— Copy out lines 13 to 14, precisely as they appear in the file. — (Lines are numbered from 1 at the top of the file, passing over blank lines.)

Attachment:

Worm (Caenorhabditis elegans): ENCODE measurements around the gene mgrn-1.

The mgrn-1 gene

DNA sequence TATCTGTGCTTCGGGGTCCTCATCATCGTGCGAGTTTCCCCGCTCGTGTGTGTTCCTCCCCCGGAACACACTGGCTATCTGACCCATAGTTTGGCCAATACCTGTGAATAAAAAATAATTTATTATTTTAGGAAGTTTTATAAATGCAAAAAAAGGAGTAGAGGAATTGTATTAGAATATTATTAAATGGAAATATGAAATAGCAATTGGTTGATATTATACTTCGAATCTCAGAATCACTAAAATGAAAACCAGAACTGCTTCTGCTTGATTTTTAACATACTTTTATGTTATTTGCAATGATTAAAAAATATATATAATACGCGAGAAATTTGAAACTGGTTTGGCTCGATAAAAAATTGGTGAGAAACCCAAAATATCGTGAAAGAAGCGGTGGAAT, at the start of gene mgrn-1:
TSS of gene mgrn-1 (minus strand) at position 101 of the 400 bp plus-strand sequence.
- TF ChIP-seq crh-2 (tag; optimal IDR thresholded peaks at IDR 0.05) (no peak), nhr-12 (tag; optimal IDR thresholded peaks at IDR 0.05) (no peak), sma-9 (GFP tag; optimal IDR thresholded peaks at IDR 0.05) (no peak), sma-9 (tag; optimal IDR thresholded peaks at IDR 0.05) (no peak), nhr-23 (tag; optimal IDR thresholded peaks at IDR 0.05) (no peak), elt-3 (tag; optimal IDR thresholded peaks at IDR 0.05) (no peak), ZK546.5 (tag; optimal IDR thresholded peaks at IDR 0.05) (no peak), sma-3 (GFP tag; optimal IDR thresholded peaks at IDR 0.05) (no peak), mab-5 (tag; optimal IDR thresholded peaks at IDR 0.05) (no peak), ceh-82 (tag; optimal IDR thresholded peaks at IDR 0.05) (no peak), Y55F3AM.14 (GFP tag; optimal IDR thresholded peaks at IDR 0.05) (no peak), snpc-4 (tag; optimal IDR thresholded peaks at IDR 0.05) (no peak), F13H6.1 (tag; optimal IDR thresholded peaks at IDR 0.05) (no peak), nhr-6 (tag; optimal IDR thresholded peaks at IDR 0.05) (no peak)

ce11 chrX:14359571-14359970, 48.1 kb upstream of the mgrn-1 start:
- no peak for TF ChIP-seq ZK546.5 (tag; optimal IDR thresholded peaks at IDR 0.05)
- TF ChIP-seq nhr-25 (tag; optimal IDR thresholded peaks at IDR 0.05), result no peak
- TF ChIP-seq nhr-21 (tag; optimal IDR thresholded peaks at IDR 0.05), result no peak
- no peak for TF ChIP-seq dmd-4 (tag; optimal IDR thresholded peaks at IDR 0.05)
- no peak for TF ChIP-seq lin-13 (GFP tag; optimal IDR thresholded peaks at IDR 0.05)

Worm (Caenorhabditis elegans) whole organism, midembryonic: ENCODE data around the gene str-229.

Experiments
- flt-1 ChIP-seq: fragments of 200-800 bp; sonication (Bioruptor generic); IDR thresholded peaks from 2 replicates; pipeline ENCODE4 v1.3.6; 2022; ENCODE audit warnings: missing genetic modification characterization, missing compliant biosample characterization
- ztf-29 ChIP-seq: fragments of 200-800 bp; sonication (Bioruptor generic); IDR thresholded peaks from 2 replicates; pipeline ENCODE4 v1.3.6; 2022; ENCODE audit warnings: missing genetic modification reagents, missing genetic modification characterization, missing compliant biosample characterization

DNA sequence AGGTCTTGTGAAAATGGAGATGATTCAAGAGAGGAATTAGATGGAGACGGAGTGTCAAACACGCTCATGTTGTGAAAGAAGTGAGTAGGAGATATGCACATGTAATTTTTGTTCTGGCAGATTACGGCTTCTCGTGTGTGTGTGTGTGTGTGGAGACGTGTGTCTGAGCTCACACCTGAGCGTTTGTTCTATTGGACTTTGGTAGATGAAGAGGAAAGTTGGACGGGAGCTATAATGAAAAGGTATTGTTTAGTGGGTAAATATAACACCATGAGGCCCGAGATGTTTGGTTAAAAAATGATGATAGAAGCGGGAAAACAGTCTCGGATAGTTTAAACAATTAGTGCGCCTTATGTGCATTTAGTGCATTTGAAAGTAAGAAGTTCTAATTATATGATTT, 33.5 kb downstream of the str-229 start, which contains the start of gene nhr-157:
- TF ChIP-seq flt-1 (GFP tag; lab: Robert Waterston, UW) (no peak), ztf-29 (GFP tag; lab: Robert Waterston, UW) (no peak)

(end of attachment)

Experiments
- flt-1 ChIP-seq: fragments of 200-800 bp; sonication (Bioruptor generic); IDR thresholded peaks from 2 replicates; pipeline ENCODE4 v1.3.6; 2022; ENCODE audit warnings: missing genetic modification characterization, missing compliant biosample characterization